Our time in Clearwater, British Columbia, is rapidly drawing to a close and by the end of May we will be heading towards the Canadian Arctic.

During our 23 months on the edge of the wilderness we have experienced a wealth of wildlife and botanical experiences.  The discovery of a Common Garter Snake hibernaculum at the edge of the North Thompson River just below the hospital was one of them. This year the snakes started to emerge in late April but at the moment just a few can be found, some sloughing, others having completed the skin shedding. The main emergence should get into full swing within the next few days.

The presence of Black Bears in and around the town adds an element of excitement, especially now that the winter hibernation is behind them. Sadly, one has already been shot having broken into a park home, and several more will likely suffer the same fate. Although some are shot by sport hunters in the surrounding forests, those shot in Clearwater (6 last year) are referred to as “nuisance” bears.  Despite much publicity some folk continue to put rubbish out overnight and this attracts the bears.  Bears are large and potentially dangerous but with a bit of thought and planning from the human side they would not become “nuisance” bears and all would live together without conflict.

About a week ago, walking the 5km from hospital to home, Wolves were howling high on the hill slopes to the south of Clearwater, to be instantly drowned out by the answering calls of seemingly a 100+ village dogs.  Mule Deer tracks can be found along the verges of virtually every road in the settlement, winter and summer. They enter gardens, to the consternation of those attempting to grow roses and vegetables, with near impunity. 

With Dutch Lake at the heart of the settlement many Muskrats call it home. Many species of waterfowl stop over at the lake in spring as they head north and southwards in late autumn before the lake freezes over. Summer breeding residents include a pair of Common Loons and mergansers, the former very trusting, approaching anglers in the hope of free handouts. Some fishermen oblige!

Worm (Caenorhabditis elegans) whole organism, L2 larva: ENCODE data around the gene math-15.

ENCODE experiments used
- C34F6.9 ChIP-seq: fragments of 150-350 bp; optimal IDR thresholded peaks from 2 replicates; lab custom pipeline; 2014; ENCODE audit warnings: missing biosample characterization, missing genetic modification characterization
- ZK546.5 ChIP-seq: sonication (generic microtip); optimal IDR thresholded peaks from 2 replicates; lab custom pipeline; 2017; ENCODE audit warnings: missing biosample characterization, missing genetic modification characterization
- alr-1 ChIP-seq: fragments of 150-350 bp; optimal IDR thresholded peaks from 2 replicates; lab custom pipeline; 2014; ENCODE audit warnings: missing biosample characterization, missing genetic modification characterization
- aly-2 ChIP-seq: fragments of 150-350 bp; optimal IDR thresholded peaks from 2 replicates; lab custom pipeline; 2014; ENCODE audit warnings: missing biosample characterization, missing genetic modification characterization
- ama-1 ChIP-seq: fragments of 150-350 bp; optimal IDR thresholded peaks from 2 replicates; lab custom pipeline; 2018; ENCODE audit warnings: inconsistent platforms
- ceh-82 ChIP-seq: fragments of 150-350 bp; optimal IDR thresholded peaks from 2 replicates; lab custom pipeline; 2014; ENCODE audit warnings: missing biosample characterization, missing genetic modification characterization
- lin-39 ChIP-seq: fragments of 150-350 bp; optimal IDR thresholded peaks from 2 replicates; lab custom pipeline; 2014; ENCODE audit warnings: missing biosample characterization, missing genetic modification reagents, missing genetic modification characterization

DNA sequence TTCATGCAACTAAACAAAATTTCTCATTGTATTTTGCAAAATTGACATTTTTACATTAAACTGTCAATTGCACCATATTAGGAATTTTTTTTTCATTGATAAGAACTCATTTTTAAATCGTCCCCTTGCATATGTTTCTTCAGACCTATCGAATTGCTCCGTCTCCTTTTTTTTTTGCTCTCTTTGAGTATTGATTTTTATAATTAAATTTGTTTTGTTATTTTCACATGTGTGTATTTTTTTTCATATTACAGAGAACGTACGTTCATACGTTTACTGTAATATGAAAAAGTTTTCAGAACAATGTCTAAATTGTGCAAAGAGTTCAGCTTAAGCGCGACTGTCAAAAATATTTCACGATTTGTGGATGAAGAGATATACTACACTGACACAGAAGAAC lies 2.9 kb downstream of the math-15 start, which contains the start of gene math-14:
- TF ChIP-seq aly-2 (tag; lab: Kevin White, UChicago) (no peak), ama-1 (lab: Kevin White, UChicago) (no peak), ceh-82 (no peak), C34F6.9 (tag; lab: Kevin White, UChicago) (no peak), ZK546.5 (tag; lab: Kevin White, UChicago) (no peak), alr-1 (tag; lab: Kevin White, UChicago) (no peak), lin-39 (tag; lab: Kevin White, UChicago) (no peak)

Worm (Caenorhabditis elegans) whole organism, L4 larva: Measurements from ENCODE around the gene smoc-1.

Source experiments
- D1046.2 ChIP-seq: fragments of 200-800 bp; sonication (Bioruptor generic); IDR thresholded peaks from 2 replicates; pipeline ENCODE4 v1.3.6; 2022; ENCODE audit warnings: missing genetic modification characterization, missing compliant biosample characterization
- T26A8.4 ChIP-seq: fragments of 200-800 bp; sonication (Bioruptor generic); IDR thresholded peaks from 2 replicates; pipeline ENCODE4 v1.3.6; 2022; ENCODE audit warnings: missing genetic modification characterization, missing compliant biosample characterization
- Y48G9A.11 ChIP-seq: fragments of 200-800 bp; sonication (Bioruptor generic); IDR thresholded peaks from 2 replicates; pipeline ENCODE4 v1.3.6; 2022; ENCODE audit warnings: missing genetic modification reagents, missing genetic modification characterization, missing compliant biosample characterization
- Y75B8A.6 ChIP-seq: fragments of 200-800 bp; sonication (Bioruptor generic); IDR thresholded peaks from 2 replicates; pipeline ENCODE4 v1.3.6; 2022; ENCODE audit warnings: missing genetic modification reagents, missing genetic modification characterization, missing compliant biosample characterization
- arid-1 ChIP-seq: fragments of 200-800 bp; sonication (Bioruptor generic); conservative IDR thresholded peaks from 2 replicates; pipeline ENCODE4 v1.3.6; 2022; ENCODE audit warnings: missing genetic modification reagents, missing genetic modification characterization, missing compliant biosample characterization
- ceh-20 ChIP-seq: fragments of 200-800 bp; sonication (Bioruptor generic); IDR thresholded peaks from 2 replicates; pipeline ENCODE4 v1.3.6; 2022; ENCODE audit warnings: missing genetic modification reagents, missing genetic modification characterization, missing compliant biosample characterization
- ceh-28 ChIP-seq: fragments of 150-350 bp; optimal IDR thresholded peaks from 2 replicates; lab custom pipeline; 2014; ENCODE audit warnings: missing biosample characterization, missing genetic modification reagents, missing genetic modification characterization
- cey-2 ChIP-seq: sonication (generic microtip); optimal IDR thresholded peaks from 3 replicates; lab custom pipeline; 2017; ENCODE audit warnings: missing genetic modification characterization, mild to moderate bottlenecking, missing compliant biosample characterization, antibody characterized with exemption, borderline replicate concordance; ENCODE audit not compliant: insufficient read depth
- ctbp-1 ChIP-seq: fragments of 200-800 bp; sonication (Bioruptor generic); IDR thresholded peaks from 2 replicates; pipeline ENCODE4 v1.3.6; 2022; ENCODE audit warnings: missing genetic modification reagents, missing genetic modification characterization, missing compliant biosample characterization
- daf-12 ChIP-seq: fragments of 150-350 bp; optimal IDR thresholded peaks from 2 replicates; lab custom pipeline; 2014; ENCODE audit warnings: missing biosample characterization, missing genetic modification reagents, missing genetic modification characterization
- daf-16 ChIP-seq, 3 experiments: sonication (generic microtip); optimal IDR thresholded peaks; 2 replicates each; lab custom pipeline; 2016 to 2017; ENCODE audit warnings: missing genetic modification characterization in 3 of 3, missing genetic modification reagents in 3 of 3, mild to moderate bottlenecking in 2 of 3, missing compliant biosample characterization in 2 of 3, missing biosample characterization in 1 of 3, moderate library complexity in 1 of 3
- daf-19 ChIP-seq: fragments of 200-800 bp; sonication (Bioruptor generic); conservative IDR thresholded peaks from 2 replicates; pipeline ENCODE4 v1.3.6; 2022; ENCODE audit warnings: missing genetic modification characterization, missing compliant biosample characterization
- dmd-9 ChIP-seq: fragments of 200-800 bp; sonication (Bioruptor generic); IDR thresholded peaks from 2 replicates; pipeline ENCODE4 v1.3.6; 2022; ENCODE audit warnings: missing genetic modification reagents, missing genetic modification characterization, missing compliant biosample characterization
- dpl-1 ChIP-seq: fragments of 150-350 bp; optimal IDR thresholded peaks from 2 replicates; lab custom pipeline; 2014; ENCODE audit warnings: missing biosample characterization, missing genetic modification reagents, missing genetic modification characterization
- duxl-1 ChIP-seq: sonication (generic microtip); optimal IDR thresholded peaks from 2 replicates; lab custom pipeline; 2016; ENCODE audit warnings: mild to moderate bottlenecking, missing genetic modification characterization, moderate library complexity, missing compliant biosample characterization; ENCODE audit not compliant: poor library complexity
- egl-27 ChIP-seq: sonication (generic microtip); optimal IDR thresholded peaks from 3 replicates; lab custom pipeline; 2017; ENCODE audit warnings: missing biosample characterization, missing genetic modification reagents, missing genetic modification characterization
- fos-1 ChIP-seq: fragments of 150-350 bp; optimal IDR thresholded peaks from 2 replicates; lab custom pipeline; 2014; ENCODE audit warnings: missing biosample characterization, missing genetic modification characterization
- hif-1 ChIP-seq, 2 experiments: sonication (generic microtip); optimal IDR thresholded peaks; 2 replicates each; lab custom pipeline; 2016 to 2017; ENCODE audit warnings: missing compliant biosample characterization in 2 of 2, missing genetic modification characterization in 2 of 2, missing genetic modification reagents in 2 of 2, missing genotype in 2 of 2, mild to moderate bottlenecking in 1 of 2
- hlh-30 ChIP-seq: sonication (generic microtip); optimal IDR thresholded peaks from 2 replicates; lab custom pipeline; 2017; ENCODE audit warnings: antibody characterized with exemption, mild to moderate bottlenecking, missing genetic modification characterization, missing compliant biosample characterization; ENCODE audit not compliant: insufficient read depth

Although many species of bird desert the area in late autumn and through winter for warmer climes to the south, the woodpeckers remain.  They range from the crow-sized Pileated Woodpecker, the medium-sized Northern Flicker, and the smaller Downy and Hairy woodpeckers. Most of these have now moved to the higher lying forests but the Northern Flickers have paired off and several remain in the valley to breed.  Woodpeckers include beak drumming in their calling and two male Northern Flickers that we know of have learned that they get the best sound result from hammering on the metal cylinders atop several of the utility poles!  Evolution in action……..

The list of sightings around Clearwater during our time here have been many, American Dippers walking on streambeds, flighting of Belted Kingfishers, return of the Bank Swallows to the sand cliffs above the North Thompson, Tree Swallows seeking out suitable nesting crevices, or more commonly nest boxes put out by welcoming townsfolk.  In spring the waves of migrants, first the Redpolls, followed by the Dark-eyed Juncos and White-crowned Sparrows.  Then the Calliope and Rufous Hummingbirds seeking out the artificial nectar feeders.

We have one of these feeders on our verandah / stoep and we have spent much time watching these minute and colourful birds battling for dominance at the artificial yellow flowers. It is one of the wonders of nature that these flying gems migrate over thousands of kilometres each year.

We will not miss the changing face of Clearwater- forest clearing for new supermarkets, building of a roundabout on the highway that few locals want or need, the growing lorry traffic heading to and from the expanding gas and oil fields of northern BC and Alberta, but we will miss the wild denizens of this interesting part of the world.